1. Picking a date
Select a specific date to assess and estimate the value of current assets, liabilities, and equity of shareholders.
2. Listing and summation of Assets
The assets available to the company on a particular date are arranged based on their liquidity. Both Current and Non-Current assets belong in this list. The values of these assets are summed up and labeled as total assets.
3. Listing and summing up liabilities
Current liabilities due to be settled within a year are along with several long-term liabilities. One must sum up all the current and non-current liabilities.
4. Calculate the equity of owners
To do this, one must determine the retained earnings of a company in addition to the working capital. Retained earnings can refer to the profit made by a company, kept aside for reinvestment. Therefore, adding up share capital and retained earnings lead us to the Shareholders’ equity.
5. Establishing the balance sheet equation
In addition, if the equation “Assets= Liabilities + Shareholders’ Equity” is validated, you have made an accurate balance sheet. Upon failure, one can always go back and review their process and calculations.
Why should you check your balance sheets regularly?
Businesses can benefit from Balance Sheets that represent their financial standings in front of investors, other stakeholders, and lenders. It can provide you with information regarding what a business owns and owes to others.
A balance sheet can allow you to make more informed decisions, which helps sustain and grow the business.
It can provide information regarding the assets and liabilities of a company, therefore estimating its profitability.
In an ideal condition, the Assets must outweigh the Liabilities and Stockholders’ Equity. The sheet can provide your business with an accurate representation of its current economic standings, which can make it easier to secure business loans, as well as other capital. The sheet also helps obtain important ratios regarding liquidity, the profitability of a business, and its solvency.
Your business can only benefit from a balance sheet as it paints a complete picture of the capital structure of a company, combined with other financial statements. An accurate analysis of the assets and liabilities of a company can help better management of resources as well as funds within a company. Frequent revisions of balance sheets help companies stay out of debt while they sustain and grow a healthy business.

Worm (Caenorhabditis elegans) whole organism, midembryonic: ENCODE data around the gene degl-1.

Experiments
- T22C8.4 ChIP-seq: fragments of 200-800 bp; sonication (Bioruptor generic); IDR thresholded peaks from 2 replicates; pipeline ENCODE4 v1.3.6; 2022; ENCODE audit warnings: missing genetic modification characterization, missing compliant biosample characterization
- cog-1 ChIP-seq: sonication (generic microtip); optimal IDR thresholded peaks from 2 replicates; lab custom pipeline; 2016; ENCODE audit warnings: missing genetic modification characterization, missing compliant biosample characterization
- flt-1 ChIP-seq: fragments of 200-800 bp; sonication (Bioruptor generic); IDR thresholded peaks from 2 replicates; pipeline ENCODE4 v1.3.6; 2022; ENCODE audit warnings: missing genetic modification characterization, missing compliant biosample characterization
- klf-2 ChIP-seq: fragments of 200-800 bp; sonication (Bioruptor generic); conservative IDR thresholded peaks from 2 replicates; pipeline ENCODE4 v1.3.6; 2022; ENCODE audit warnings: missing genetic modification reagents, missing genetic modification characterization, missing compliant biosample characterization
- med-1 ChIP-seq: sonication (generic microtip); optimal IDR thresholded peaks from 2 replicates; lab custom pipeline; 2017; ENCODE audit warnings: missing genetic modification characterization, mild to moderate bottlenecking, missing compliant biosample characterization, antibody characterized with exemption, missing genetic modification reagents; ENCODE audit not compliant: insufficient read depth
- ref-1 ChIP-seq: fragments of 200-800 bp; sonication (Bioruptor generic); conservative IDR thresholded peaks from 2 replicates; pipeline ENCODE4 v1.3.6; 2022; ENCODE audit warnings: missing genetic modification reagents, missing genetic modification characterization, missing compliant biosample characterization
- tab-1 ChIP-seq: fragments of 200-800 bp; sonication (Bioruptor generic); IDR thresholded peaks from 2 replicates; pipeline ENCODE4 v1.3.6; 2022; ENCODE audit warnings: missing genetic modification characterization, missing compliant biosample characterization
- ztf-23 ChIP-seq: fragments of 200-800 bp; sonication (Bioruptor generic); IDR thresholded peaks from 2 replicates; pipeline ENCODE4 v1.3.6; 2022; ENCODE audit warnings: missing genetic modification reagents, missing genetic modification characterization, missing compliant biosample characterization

This is where ProfitBooks comes into the picture. It takes away the requirement for accounting knowledge among business owners.
This super simple accounting software allows small businesses to create invoices, record expenses, track inventory and manage taxes. This software comes with advanced accounting features like recording journal entries.
The Balance Sheet is automatically generated while you enter your business transactions. To avail an accurate balance sheet for your business and more head, over to ProfitBooks and create your free account.
ProfitBooks also offers a remote bookkeeping service to take accounting off your plate. You can outsource the accounting process to the experts at the ProfitBooks team.
Find out more about the Remote Bookkeeping Service.
Frequently Asked Questions (FAQs)
Q1. What are the three must-have things on a balance sheet?
A1. The three must-have things on a balance sheet are assets, liabilities, and equity.
Assets represent what a company owns, liabilities represent what it owes, and equity represents the shareholders’ ownership of the company. These components provide a snapshot of a company’s financial position at a specific point in time.
Q2. Why is it called a balance sheet?
A2. The term “balance sheet” is derived from the fundamental concept that the sheet must balance, meaning that the total value of assets should equal the sum of liabilities and equity. It provides a snapshot of a company’s financial position, ensuring that the equation remains in balance. This allows stakeholders to understand how a company’s resources are funded and how it has been managed.
Q3. Why are balanced sheets also called real accounts?
A3. Balance sheets are not typically referred to as “real accounts.” The term “real accounts” is more commonly associated with general ledger accounts in accounting. Balance sheets, on the other hand, are financial statements that provide a snapshot of a company’s financial position. They show the company’s assets, liabilities, and equity.
The term “balance sheet” is used to describe this specific financial statement because it reflects the balance between a company’s assets and its liabilities and equity, showing that they are equal and in balance.